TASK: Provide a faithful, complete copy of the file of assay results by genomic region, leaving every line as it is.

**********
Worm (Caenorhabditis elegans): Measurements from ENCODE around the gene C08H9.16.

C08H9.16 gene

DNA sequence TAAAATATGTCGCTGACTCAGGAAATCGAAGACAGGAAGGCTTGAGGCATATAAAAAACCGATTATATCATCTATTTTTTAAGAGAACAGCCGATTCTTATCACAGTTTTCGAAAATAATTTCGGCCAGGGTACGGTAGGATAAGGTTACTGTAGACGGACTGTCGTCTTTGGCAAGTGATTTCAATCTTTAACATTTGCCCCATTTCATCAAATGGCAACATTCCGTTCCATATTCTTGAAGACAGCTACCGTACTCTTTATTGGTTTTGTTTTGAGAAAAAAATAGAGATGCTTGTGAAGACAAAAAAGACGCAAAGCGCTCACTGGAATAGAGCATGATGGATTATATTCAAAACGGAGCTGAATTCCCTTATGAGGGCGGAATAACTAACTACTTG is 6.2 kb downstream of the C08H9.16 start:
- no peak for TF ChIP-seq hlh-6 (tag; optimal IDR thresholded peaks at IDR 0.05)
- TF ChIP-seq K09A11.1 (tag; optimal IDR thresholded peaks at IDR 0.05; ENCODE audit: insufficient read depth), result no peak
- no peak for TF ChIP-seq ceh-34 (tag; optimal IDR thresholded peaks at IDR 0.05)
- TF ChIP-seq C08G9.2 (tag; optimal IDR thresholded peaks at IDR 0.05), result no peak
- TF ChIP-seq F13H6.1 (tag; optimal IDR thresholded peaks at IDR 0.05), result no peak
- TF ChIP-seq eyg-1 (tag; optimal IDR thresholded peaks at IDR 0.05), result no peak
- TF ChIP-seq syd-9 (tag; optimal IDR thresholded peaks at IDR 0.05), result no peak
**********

Worm (Caenorhabditis elegans): Measurements from ENCODE around the gene C08H9.16.

C08H9.16 gene

DNA sequence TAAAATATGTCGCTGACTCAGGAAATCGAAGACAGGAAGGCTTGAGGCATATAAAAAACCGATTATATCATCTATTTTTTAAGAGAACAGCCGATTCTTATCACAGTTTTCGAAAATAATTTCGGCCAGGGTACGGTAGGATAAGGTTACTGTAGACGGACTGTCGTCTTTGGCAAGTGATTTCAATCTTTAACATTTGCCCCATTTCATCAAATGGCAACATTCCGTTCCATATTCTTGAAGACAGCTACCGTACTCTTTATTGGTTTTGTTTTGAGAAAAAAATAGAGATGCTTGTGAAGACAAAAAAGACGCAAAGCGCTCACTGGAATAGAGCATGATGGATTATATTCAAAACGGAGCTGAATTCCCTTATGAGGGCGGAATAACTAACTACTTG is 6.2 kb downstream of the C08H9.16 start:
- no peak for TF ChIP-seq hlh-6 (tag; optimal IDR thresholded peaks at IDR 0.05)
- TF ChIP-seq K09A11.1 (tag; optimal IDR thresholded peaks at IDR 0.05; ENCODE audit: insufficient read depth), result no peak
- no peak for TF ChIP-seq ceh-34 (tag; optimal IDR thresholded peaks at IDR 0.05)
- TF ChIP-seq C08G9.2 (tag; optimal IDR thresholded peaks at IDR 0.05), result no peak
- TF ChIP-seq F13H6.1 (tag; optimal IDR thresholded peaks at IDR 0.05), result no peak
- TF ChIP-seq eyg-1 (tag; optimal IDR thresholded peaks at IDR 0.05), result no peak
- TF ChIP-seq syd-9 (tag; optimal IDR thresholded peaks at IDR 0.05), result no peak